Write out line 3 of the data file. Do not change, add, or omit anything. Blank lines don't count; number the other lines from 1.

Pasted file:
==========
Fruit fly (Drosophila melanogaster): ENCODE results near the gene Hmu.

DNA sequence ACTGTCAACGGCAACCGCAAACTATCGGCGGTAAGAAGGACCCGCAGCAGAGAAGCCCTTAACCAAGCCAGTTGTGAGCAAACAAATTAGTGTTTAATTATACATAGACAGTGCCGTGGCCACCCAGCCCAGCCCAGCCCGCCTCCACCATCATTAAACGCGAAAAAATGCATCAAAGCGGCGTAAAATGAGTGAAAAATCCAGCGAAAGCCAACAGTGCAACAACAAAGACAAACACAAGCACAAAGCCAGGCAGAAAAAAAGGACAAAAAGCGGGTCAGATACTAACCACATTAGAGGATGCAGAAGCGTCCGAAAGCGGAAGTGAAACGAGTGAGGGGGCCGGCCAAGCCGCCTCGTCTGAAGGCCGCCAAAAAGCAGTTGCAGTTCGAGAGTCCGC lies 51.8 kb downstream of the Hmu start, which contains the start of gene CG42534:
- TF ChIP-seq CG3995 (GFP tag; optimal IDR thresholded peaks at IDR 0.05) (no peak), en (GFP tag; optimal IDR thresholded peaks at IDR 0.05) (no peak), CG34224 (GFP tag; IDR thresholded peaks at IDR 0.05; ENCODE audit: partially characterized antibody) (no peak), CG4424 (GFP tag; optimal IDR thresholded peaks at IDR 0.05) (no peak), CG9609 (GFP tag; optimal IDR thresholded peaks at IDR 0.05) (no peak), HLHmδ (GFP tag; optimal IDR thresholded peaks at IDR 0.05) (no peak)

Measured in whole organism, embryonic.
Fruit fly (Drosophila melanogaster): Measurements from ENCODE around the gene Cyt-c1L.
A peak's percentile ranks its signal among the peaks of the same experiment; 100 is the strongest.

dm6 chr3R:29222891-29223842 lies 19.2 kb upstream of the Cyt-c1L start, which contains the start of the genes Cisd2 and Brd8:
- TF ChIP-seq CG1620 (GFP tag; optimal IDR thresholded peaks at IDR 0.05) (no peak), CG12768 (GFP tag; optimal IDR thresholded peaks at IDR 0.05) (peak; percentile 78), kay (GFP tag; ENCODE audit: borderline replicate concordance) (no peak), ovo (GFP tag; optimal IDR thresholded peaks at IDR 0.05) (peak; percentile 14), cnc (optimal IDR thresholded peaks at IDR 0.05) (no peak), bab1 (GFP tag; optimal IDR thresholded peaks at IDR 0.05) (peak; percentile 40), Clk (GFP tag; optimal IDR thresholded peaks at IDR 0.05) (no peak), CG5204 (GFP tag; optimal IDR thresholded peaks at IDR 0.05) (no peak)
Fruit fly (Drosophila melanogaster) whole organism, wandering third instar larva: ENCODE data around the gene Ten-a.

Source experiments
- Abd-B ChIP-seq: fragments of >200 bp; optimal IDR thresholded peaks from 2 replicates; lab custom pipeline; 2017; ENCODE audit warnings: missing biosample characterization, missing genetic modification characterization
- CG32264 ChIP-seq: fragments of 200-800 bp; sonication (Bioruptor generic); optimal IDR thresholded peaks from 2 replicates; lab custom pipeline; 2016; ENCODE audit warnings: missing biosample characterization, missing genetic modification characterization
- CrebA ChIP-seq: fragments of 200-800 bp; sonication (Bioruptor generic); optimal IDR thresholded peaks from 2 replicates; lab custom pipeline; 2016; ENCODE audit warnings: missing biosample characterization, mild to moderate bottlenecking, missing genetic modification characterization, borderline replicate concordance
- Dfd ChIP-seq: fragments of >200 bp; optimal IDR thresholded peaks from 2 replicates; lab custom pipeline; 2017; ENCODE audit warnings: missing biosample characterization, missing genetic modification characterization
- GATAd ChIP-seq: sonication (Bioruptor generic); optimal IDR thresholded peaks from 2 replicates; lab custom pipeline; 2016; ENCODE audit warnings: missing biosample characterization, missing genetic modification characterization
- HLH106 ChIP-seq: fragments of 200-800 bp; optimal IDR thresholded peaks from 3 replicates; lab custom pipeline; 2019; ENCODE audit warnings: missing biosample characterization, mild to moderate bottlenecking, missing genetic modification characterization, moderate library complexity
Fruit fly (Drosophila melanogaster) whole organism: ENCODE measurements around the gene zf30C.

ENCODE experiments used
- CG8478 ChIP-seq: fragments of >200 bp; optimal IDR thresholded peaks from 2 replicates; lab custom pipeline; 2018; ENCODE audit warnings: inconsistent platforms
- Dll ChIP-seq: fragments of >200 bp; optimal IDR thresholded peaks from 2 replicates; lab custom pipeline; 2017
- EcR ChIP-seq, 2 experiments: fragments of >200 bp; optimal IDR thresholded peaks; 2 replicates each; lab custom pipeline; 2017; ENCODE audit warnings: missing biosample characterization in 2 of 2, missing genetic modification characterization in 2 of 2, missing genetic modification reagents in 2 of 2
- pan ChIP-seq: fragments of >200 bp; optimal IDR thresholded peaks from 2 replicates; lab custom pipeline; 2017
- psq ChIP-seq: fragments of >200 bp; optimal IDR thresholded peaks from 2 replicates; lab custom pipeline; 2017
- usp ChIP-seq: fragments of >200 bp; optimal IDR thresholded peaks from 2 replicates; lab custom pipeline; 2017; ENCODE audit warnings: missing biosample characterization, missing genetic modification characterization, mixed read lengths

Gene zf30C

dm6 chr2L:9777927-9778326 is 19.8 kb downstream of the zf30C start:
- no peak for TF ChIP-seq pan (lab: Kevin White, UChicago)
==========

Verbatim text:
- TF ChIP-seq CG3995 (GFP tag; optimal IDR thresholded peaks at IDR 0.05) (no peak), en (GFP tag; optimal IDR thresholded peaks at IDR 0.05) (no peak), CG34224 (GFP tag; IDR thresholded peaks at IDR 0.05; ENCODE audit: partially characterized antibody) (no peak), CG4424 (GFP tag; optimal IDR thresholded peaks at IDR 0.05) (no peak), CG9609 (GFP tag; optimal IDR thresholded peaks at IDR 0.05) (no peak), HLHmδ (GFP tag; optimal IDR thresholded peaks at IDR 0.05) (no peak)